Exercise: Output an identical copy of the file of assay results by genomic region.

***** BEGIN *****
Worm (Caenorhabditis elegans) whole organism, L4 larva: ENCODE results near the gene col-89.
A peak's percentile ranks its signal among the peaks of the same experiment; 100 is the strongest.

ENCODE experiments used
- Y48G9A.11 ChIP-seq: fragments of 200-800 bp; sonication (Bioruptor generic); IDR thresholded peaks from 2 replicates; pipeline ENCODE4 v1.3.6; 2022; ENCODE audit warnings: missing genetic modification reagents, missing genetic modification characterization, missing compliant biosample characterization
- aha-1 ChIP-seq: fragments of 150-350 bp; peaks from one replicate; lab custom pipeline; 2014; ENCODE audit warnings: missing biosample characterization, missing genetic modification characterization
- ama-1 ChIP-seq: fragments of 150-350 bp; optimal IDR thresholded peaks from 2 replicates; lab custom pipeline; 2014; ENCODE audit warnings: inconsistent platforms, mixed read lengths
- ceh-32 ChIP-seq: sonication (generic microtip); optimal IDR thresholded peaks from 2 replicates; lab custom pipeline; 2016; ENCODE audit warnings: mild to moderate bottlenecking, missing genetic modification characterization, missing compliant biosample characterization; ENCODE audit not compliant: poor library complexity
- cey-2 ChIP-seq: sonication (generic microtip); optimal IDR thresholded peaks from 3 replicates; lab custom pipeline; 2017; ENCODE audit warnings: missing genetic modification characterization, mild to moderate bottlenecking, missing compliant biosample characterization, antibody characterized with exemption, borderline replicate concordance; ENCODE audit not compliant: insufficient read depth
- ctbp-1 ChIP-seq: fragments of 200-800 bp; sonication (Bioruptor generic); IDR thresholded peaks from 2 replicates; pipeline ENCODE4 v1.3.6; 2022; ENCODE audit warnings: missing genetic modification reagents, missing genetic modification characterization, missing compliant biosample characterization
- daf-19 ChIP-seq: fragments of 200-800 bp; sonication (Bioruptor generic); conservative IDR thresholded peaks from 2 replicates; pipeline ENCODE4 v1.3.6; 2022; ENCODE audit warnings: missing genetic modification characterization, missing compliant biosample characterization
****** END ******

Worm (Caenorhabditis elegans) whole organism, L4 larva: ENCODE results near the gene col-89.
A peak's percentile ranks its signal among the peaks of the same experiment; 100 is the strongest.

ENCODE experiments used
- Y48G9A.11 ChIP-seq: fragments of 200-800 bp; sonication (Bioruptor generic); IDR thresholded peaks from 2 replicates; pipeline ENCODE4 v1.3.6; 2022; ENCODE audit warnings: missing genetic modification reagents, missing genetic modification characterization, missing compliant biosample characterization
- aha-1 ChIP-seq: fragments of 150-350 bp; peaks from one replicate; lab custom pipeline; 2014; ENCODE audit warnings: missing biosample characterization, missing genetic modification characterization
- ama-1 ChIP-seq: fragments of 150-350 bp; optimal IDR thresholded peaks from 2 replicates; lab custom pipeline; 2014; ENCODE audit warnings: inconsistent platforms, mixed read lengths
- ceh-32 ChIP-seq: sonication (generic microtip); optimal IDR thresholded peaks from 2 replicates; lab custom pipeline; 2016; ENCODE audit warnings: mild to moderate bottlenecking, missing genetic modification characterization, missing compliant biosample characterization; ENCODE audit not compliant: poor library complexity
- cey-2 ChIP-seq: sonication (generic microtip); optimal IDR thresholded peaks from 3 replicates; lab custom pipeline; 2017; ENCODE audit warnings: missing genetic modification characterization, mild to moderate bottlenecking, missing compliant biosample characterization, antibody characterized with exemption, borderline replicate concordance; ENCODE audit not compliant: insufficient read depth
- ctbp-1 ChIP-seq: fragments of 200-800 bp; sonication (Bioruptor generic); IDR thresholded peaks from 2 replicates; pipeline ENCODE4 v1.3.6; 2022; ENCODE audit warnings: missing genetic modification reagents, missing genetic modification characterization, missing compliant biosample characterization
- daf-19 ChIP-seq: fragments of 200-800 bp; sonication (Bioruptor generic); conservative IDR thresholded peaks from 2 replicates; pipeline ENCODE4 v1.3.6; 2022; ENCODE audit warnings: missing genetic modification characterization, missing compliant biosample characterization